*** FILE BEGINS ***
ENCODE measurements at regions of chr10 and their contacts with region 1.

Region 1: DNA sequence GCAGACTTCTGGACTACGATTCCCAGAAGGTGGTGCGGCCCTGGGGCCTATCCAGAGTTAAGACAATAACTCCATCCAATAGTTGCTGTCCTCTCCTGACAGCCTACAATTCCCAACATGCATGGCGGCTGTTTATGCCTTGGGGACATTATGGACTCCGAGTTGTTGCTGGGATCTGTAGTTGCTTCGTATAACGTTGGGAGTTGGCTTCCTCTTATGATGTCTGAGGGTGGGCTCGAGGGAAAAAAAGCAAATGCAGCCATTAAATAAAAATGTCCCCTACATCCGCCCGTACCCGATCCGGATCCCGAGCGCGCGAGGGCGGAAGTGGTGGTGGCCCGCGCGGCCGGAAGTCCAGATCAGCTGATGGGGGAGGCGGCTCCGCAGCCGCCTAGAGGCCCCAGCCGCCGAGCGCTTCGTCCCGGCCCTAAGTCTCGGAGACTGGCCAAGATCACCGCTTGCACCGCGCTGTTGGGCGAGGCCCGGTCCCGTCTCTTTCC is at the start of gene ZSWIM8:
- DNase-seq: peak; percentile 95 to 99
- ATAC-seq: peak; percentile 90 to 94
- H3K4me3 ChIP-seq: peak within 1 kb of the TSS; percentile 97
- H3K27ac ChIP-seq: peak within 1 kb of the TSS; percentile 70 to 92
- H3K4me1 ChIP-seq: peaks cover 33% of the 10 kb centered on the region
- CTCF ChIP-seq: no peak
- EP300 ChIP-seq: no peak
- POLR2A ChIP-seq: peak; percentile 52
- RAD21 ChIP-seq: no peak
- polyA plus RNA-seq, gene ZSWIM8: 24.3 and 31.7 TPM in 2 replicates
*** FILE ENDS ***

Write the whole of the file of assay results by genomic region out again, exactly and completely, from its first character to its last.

ENCODE measurements at regions of chr10 and their contacts with region 1.

Region 1: DNA sequence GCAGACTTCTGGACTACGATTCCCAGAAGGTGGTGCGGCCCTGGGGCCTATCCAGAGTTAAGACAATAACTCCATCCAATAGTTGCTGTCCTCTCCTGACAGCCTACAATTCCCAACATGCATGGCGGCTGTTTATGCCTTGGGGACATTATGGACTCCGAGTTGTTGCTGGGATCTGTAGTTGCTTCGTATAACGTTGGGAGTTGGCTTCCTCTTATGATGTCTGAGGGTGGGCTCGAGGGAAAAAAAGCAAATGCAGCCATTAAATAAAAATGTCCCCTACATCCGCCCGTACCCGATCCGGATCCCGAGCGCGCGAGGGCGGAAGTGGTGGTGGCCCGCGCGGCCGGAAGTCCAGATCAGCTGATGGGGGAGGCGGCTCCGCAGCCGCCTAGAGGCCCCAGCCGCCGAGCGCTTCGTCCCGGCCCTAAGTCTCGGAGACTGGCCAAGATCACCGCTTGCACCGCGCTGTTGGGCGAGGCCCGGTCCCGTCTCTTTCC is at the start of gene ZSWIM8:
- DNase-seq: peak; percentile 95 to 99
- ATAC-seq: peak; percentile 90 to 94
- H3K4me3 ChIP-seq: peak within 1 kb of the TSS; percentile 97
- H3K27ac ChIP-seq: peak within 1 kb of the TSS; percentile 70 to 92
- H3K4me1 ChIP-seq: peaks cover 33% of the 10 kb centered on the region
- CTCF ChIP-seq: no peak
- EP300 ChIP-seq: no peak
- POLR2A ChIP-seq: peak; percentile 52
- RAD21 ChIP-seq: no peak
- polyA plus RNA-seq, gene ZSWIM8: 24.3 and 31.7 TPM in 2 replicates